Preparing teachers in community colleges makes sense—and cents

Community and technical colleges have helped shorten the time to obtain a degree for hundreds of thousands of secondary school students.
Hans A. Andrews and Greg Rockhold
Hans A. Andrews and Greg Rockhold
Dr. Hans Andrews is credited with starting the first dual-credit program in the country between a community college and secondary schools in Illinois. His work helped set the standard for the rest of the country. He is presently a distinguished fellow in community college leadership and is past president of Olney Central College in Illinois. Dr. Greg Rockhold has served on the National Association of Secondary School Principals board, was the president of the New Mexico Coalition of School Administrators, and was the executive director of the New Mexico Association of Secondary School Principals. He also served as a superintendent.

The U.S. is facing a severe teacher shortage now and in the foreseeable future. Urgent action is needed now to address this issue nationally. One recent study reported that 55% of new hires for teaching in rural areas are not prepared academically as teachers. Over half of these new hires leave their positions within a three-year period (Overschelde, 2024).

The teacher shortage crisis is affecting countries worldwide. A few of these countries and their concerns are as follows:

England found that some 40,000 teachers were leaving their workforce. This was 9% of the teaching workforce (Adams, 2023). Australia’s teacher shortage raised concerns about how it would be turned around (Longmuir, 2023). The European countries of Germany, Hungary, Poland, Austria, and France have over 80,000 teacher shortages. A primary concern of these countries is what happens to the high quality of teaching they have experienced through the decades (Shehnaz, 2022).

What do the drastic shortages in the U.S. look like?

Students who had earned teaching licenses dropped from 320,000 in 2006 to 215,000 by 2013. In addition, those earning a teaching license dropped from a peak level in 2009 of 700,000 to a figure close to 400,000 in 2020 (Barnum, 2023).

Shortages reported in recent years

The 2020-21 and 2021-22 teacher shortages, reported by 21 states, were estimated at 27,844 unfilled teaching across the country. In addition, 286,290 non-certified teachers were estimated not to be fully certified in their teaching assignments. Forty-seven states plus the District of Columbia reported (Franco & Patrick, 2023).

The state of Texas hired one in three of its new incoming teachers without teacher certification in 2022- 2023. By state requirement, parents of the students assigned to these non-certified teachers’ classrooms are to be notified (Wurman, 2023).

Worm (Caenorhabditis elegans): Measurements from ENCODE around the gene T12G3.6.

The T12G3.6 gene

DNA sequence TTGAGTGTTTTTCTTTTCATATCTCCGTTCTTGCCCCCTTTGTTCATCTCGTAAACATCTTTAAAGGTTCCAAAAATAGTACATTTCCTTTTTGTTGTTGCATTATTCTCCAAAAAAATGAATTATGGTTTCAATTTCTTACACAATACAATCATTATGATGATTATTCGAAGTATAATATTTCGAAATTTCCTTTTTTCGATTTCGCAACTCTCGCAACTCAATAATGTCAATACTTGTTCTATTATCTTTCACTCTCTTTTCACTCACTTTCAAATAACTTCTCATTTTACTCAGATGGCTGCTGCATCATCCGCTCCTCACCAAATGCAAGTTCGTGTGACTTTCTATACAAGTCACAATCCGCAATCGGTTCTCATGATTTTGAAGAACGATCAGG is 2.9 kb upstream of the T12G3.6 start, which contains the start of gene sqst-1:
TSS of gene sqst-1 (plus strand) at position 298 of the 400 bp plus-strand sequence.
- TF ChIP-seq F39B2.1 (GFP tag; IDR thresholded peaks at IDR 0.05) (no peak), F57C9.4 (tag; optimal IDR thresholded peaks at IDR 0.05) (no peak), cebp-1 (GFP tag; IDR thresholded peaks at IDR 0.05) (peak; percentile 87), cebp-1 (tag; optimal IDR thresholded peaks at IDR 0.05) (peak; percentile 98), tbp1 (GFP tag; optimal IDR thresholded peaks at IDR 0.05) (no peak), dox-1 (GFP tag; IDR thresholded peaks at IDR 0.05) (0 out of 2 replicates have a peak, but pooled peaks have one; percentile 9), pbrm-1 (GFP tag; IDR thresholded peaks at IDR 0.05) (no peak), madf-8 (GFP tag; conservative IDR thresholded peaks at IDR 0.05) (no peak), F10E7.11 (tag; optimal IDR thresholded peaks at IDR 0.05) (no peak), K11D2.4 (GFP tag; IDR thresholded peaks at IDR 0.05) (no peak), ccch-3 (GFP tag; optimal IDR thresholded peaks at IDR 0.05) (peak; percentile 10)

The following is a list of teacher shortages reported in the following sampling of states 2023. The first number reflects the number of ‘non-certified’ teachers. The second number is the number of ‘vacated’ positions (no teacher available):

  • California—Not fully certified: 27,475 Unfilled positions: Not Reported
  • Florida—Not fully certified: 22,538 Unfilled positions: 3,911
  • Washington—Not fully certified: 4,880 Unfilled positions: 776
  • Oregon—Not fully certified: 4,653 Unfilled positions: Not Reported
  • Michigan—Not fully certified: 5,936 Unfilled positions: 1,228
  • New Mexico—Not fully certified: Not Reported Unfilled positions: 1,046
  • Virginia—Not fully certified: 11,212 Unfilled positions: 2,815
  • Texas—Not fully certified: 49,346 Unfilled positions: Not Reported
  • North Carolina—Not fully certified: 6,207 Unfilled positions: 3,218
  • Arizona—Not fully certified: 5,072 Unfilled positions: 1,729

Community–technical colleges in the above states

  • California 73 (+43 with multiple campuses)
  • Florida 28
  • Washington 33 (+2 with multiple campuses)
  • Oregon 17
  • Michigan 28
  • New Mexico 13
  • Virginia 23
  • Texas 57 (+17 with multiple campuses)
  • North Carolina 58
  • Arizona 13 (+13 with multiple campuses)

Why community–technical colleges are the solution

Several states have stated in their education plans that baccalaureate degrees can be considered for community colleges in areas with shortages. Several such programs exist in California, Florida, and several other states.

While these same states have severe shortages of teachers in their K12 schools, only Florida has, to date, approved its community colleges to prepare teachers in those teaching areas most in need. The states of Washington and Oregon and a few others have approved pre-school teaching programs.

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There are nearly 1,200 community-technical colleges across the U.S. They are strategically located in all 50 states, and every U.S. K-12 school district is near one of these colleges.

Concerns of community-technical colleges entering the teacher preparation market

A recent research paper has addressed the concerns of numerous states that community–technical colleges offering baccalaureate degree programs would ‘harm’ or be a significant problem for the universities and four-year colleges. What was found is that these concerns have been overblown.